Lines are unavoidable on weekends outside Tom's Restaurant. (Marie Claire Andrea)
Part antique collection, part old-time diner, Tom’s Restaurant in Prospect Heights has remained a bedrock institution for more than 70 years, seeing its Brooklyn neighborhood through ups and downs.
The diner, converted from an ice-cream parlor in 1936, is reveling in the neighborhood’s resurgence. The Great Recession failed to take much of a bite out of the lines that snake out the door at Washington Avenue and Sterling Place. And the restaurant even began opening on Sundays recently to keep up with the demand.
Owner Jimmy Kokotas greets customers every day, some he knows on a first-name basis and others who are visiting from out of town, often trickling in from the Brooklyn Museum three blocks away.
“People are coming here from all over the world,” said Kokotas, who took the restaurant over from his uncle and longtime owner Gus Vlahavas last summer.
Kokotas attributes the restaurant's survival, and low prices, to the constant influx of visitors and write-ups it receives, beginning with one review 20 years ago that pulled it out of citywide anonymity. He proudly recalled French tourists translating for him their guidebook summary of Tom's earlier in the week.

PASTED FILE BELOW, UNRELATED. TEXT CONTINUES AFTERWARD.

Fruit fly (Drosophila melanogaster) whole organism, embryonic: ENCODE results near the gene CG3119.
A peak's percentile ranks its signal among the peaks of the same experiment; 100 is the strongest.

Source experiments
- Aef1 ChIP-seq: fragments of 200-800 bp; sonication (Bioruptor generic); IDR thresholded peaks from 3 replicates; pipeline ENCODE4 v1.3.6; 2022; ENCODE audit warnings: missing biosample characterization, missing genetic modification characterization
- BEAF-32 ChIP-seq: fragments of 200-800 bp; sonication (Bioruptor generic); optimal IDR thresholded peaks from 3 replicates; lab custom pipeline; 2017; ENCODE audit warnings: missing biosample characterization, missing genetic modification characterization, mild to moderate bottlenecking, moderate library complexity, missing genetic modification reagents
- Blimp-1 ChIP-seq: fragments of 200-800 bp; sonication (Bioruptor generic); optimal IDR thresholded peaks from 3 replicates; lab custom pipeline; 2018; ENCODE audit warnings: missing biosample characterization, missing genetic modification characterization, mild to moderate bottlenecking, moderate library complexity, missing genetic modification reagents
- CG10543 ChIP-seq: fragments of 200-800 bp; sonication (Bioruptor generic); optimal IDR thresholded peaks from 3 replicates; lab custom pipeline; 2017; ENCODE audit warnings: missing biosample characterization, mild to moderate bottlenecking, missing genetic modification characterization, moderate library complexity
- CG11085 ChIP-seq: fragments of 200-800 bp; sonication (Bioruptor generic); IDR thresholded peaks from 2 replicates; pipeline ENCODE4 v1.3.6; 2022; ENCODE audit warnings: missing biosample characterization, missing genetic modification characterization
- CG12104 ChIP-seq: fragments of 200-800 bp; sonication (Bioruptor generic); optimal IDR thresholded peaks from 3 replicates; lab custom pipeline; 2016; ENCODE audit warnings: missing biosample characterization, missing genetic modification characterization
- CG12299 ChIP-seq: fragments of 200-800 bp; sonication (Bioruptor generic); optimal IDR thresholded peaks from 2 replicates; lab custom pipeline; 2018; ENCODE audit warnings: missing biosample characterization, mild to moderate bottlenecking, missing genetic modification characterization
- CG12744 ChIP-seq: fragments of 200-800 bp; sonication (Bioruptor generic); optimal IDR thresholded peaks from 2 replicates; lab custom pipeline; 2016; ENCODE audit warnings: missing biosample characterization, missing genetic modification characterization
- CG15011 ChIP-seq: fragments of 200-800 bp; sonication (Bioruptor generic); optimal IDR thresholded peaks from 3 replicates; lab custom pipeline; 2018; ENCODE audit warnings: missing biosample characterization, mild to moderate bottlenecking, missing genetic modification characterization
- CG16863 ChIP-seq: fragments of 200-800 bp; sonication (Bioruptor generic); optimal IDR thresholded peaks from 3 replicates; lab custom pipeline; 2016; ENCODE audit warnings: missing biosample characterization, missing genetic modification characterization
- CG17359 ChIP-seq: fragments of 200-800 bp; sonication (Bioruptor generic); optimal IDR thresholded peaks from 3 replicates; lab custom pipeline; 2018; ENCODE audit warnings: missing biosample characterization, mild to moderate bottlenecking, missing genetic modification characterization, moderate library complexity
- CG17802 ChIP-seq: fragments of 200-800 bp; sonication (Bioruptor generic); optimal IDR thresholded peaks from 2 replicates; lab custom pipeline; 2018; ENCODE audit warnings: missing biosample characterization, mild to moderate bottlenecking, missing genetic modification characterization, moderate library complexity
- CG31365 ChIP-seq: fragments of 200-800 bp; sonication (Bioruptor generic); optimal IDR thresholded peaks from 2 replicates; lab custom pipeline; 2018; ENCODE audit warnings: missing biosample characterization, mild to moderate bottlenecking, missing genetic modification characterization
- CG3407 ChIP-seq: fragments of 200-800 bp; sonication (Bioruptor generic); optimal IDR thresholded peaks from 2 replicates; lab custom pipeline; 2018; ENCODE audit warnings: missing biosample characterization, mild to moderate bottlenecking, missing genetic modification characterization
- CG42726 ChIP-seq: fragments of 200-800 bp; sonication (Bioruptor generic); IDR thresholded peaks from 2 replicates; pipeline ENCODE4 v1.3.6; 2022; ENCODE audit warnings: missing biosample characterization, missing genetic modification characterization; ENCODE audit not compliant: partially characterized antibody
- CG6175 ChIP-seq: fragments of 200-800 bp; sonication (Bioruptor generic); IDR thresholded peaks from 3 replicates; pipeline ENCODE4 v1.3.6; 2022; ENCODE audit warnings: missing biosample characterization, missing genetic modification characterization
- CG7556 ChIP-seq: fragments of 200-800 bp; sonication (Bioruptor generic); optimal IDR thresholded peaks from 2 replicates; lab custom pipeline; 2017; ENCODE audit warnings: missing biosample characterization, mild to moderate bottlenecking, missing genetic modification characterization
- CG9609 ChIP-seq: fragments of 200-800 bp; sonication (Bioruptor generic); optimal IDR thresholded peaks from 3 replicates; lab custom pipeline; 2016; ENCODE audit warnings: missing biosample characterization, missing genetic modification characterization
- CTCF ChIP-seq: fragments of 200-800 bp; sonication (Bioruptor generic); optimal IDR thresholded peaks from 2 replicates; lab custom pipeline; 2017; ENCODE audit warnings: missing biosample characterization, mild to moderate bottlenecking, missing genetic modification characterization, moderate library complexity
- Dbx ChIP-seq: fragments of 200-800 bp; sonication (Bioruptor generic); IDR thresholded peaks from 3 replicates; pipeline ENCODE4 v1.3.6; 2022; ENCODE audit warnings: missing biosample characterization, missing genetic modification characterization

The neighborhood is also a draw. Kokotas has seen Prospect Heights rebound, with families looking to move in and prices spiking.
Tom’s appeal also stems from its vintage character, with the classic “Restaurant” and “Coca-Cola” signs outside and its collection of tiny booths and stained-glass windows.
Yet the main attraction is the food. which ranges from egg-and-bacon basics to Lemon Ricotta Pancakes and Crabcakes Florentine, all for under 10 bucks. An acrylic painting on the wall even pays homage to Tom's signature Cherry Lime Rickey.
Locals Gabe Herczeg and Rachel Wetts waited in line for their weekend fix: the huevos rancheros and beef sausage.
“It’s a friendly place. It’s nice to have someplace where you feel like people know you, even if it’s just your order,” Wetts said.